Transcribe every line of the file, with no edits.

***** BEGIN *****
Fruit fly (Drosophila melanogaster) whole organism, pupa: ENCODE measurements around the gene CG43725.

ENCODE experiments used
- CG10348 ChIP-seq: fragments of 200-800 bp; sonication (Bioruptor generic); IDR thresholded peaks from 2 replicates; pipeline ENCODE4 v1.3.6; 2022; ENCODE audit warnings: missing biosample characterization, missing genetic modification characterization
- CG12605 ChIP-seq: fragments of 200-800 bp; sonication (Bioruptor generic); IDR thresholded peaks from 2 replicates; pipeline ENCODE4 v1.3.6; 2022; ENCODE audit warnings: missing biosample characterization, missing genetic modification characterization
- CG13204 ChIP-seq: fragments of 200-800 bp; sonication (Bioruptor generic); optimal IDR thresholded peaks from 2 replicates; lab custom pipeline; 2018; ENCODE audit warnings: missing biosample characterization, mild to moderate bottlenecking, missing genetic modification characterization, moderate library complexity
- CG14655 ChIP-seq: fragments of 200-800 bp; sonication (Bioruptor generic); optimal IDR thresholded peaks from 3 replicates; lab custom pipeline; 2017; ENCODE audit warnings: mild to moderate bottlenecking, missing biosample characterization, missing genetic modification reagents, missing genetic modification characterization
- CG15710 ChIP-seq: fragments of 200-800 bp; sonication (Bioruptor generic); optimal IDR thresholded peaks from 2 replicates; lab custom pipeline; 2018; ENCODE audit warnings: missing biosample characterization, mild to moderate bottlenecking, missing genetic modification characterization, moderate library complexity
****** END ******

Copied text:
Fruit fly (Drosophila melanogaster) whole organism, pupa: ENCODE measurements around the gene CG43725.

ENCODE experiments used
- CG10348 ChIP-seq: fragments of 200-800 bp; sonication (Bioruptor generic); IDR thresholded peaks from 2 replicates; pipeline ENCODE4 v1.3.6; 2022; ENCODE audit warnings: missing biosample characterization, missing genetic modification characterization
- CG12605 ChIP-seq: fragments of 200-800 bp; sonication (Bioruptor generic); IDR thresholded peaks from 2 replicates; pipeline ENCODE4 v1.3.6; 2022; ENCODE audit warnings: missing biosample characterization, missing genetic modification characterization
- CG13204 ChIP-seq: fragments of 200-800 bp; sonication (Bioruptor generic); optimal IDR thresholded peaks from 2 replicates; lab custom pipeline; 2018; ENCODE audit warnings: missing biosample characterization, mild to moderate bottlenecking, missing genetic modification characterization, moderate library complexity
- CG14655 ChIP-seq: fragments of 200-800 bp; sonication (Bioruptor generic); optimal IDR thresholded peaks from 3 replicates; lab custom pipeline; 2017; ENCODE audit warnings: mild to moderate bottlenecking, missing biosample characterization, missing genetic modification reagents, missing genetic modification characterization
- CG15710 ChIP-seq: fragments of 200-800 bp; sonication (Bioruptor generic); optimal IDR thresholded peaks from 2 replicates; lab custom pipeline; 2018; ENCODE audit warnings: missing biosample characterization, mild to moderate bottlenecking, missing genetic modification characterization, moderate library complexity